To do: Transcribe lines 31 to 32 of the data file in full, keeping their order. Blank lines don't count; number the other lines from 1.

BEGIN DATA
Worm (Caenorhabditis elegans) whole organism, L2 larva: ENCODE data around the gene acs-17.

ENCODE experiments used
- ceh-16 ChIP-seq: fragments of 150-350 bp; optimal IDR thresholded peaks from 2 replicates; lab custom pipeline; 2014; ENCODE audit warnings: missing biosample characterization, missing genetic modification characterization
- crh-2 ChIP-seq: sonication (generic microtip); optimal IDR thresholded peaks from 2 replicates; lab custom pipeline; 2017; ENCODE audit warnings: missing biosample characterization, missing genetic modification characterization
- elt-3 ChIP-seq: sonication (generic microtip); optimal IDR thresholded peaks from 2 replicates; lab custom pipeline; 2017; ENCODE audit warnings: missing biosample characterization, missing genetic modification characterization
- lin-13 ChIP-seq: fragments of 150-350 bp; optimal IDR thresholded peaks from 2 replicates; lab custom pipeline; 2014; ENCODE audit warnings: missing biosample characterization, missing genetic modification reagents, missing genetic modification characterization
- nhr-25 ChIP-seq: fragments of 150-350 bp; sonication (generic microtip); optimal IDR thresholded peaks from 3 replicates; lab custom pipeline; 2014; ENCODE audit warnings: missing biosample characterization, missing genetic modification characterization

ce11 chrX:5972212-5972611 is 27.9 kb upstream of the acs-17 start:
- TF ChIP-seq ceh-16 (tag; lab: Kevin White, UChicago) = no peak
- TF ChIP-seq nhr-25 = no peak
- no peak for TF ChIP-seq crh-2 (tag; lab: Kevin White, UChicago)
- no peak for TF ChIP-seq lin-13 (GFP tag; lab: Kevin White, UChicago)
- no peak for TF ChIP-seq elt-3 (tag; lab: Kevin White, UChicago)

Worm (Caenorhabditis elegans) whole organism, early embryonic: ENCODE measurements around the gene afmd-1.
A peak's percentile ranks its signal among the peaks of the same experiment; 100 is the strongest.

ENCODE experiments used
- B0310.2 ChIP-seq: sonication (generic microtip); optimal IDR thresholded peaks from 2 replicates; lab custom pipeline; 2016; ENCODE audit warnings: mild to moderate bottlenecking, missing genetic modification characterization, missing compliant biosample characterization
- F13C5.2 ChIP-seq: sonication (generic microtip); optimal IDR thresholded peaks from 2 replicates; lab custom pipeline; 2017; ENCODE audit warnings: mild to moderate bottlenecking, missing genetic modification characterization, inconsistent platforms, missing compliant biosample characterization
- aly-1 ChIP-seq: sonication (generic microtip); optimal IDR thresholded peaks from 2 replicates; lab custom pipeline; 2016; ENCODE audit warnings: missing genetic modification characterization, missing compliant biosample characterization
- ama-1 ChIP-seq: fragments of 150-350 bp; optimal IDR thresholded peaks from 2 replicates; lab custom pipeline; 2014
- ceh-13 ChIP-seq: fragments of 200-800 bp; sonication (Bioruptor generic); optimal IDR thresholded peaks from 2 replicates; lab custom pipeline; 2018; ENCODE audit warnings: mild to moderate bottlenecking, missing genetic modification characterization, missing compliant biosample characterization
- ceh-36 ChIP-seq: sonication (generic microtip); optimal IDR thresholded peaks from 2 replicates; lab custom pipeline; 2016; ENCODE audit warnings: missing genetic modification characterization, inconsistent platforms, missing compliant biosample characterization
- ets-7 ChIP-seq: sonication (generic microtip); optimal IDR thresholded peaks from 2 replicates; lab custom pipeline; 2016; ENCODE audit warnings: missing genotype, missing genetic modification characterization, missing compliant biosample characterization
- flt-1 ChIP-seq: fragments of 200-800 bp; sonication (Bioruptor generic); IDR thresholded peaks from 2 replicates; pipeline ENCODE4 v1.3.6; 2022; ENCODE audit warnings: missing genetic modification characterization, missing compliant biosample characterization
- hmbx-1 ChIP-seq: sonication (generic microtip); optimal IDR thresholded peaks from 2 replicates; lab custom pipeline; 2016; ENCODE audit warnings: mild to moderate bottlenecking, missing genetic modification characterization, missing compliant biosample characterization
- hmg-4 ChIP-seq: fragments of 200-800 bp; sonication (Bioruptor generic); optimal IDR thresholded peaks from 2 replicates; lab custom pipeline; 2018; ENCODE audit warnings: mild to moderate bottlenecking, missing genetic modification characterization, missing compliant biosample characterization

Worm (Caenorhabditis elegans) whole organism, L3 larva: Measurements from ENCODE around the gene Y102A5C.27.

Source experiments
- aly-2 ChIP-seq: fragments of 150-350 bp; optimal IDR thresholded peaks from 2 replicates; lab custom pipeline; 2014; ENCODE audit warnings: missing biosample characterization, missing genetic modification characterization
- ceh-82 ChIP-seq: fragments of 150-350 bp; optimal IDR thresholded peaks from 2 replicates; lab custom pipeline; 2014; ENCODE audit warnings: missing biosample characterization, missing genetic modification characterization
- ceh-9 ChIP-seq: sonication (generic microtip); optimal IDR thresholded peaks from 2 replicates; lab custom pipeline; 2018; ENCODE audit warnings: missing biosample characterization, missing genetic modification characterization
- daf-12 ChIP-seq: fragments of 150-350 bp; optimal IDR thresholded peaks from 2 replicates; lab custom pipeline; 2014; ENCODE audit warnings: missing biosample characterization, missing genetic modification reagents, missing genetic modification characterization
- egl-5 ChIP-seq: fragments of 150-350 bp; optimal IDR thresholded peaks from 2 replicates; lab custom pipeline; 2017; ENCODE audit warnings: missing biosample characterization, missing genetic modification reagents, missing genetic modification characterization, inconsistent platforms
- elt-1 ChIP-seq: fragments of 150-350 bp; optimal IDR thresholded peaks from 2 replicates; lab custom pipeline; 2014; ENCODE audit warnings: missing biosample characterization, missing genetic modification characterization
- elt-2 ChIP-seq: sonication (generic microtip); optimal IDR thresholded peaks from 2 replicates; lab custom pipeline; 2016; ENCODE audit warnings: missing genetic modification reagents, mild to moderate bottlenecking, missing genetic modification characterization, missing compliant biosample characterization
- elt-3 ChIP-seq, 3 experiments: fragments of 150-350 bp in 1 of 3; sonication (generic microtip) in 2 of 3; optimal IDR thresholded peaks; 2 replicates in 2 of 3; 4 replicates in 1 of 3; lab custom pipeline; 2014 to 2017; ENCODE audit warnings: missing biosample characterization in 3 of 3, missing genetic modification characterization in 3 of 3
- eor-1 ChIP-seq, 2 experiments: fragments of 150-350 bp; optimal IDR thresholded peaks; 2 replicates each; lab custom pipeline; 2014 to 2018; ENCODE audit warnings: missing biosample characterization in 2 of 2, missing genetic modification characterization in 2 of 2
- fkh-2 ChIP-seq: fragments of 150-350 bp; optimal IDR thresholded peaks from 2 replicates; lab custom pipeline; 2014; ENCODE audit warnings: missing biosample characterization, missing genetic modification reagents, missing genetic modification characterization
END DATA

- ceh-9 ChIP-seq: sonication (generic microtip); optimal IDR thresholded peaks from 2 replicates; lab custom pipeline; 2018; ENCODE audit warnings: missing biosample characterization, missing genetic modification characterization
- daf-12 ChIP-seq: fragments of 150-350 bp; optimal IDR thresholded peaks from 2 replicates; lab custom pipeline; 2014; ENCODE audit warnings: missing biosample characterization, missing genetic modification reagents, missing genetic modification characterization